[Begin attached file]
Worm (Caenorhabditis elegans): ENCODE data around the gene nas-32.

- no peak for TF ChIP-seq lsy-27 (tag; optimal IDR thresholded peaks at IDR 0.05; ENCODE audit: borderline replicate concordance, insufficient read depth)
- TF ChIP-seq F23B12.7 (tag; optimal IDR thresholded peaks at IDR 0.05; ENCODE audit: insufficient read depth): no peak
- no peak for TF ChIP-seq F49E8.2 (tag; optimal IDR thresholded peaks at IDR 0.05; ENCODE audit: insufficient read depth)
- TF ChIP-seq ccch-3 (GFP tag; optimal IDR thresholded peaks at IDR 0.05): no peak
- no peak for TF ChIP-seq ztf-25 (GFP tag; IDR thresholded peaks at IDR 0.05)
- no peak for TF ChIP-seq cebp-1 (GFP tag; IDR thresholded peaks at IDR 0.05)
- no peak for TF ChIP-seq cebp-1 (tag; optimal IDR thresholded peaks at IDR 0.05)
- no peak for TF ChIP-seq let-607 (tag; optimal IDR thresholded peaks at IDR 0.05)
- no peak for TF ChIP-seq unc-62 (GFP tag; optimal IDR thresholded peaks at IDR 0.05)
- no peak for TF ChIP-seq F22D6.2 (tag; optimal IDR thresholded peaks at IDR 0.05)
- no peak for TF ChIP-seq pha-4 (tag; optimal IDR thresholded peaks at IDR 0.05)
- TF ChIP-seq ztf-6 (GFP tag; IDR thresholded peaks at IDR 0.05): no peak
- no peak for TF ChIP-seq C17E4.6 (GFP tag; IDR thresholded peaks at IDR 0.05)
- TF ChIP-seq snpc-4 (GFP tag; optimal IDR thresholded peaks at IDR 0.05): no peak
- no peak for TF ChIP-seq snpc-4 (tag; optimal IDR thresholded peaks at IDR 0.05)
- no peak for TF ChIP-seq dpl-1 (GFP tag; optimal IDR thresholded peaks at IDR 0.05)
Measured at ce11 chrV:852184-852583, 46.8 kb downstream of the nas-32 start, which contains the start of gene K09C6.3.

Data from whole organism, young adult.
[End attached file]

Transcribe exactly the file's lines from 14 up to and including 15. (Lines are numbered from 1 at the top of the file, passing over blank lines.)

- no peak for TF ChIP-seq C17E4.6 (GFP tag; IDR thresholded peaks at IDR 0.05)
- TF ChIP-seq snpc-4 (GFP tag; optimal IDR thresholded peaks at IDR 0.05): no peak